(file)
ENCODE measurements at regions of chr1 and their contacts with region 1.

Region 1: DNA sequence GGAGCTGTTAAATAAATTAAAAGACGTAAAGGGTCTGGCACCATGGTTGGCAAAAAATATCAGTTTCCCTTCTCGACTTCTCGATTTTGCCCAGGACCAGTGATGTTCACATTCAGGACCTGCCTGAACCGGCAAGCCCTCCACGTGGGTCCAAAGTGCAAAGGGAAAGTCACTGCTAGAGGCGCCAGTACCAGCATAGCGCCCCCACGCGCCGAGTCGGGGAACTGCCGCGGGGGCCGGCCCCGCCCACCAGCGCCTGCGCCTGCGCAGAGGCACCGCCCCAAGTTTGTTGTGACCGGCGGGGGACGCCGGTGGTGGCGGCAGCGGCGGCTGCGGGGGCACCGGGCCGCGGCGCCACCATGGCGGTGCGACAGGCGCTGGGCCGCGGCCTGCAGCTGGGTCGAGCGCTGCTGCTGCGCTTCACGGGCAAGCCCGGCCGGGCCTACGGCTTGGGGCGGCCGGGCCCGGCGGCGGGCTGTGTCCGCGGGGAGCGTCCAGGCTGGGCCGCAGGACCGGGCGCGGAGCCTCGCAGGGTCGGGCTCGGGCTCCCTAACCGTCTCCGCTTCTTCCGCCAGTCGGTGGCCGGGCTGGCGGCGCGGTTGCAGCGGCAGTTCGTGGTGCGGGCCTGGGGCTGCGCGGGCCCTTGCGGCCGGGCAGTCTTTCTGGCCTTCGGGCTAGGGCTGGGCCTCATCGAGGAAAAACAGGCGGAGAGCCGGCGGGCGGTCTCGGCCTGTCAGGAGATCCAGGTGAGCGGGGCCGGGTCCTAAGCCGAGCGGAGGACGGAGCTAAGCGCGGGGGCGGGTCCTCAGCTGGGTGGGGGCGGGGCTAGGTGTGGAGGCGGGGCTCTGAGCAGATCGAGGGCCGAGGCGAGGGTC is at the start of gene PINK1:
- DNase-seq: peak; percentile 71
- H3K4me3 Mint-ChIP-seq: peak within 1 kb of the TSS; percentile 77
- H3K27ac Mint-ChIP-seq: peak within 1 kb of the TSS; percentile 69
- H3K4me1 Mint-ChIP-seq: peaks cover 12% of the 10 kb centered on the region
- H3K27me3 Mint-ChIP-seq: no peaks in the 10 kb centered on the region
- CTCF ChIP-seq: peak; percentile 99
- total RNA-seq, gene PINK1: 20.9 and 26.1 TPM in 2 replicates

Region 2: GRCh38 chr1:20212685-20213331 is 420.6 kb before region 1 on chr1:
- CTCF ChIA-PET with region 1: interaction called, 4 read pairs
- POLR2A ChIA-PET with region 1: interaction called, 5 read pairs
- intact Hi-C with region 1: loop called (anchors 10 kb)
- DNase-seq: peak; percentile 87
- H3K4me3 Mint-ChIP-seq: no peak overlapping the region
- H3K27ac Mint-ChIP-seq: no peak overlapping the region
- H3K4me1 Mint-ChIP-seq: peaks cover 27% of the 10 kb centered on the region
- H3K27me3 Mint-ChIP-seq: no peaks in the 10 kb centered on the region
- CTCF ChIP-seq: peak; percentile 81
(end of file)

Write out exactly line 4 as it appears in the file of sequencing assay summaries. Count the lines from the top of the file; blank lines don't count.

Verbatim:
- H3K4me3 Mint-ChIP-seq: peak within 1 kb of the TSS; percentile 77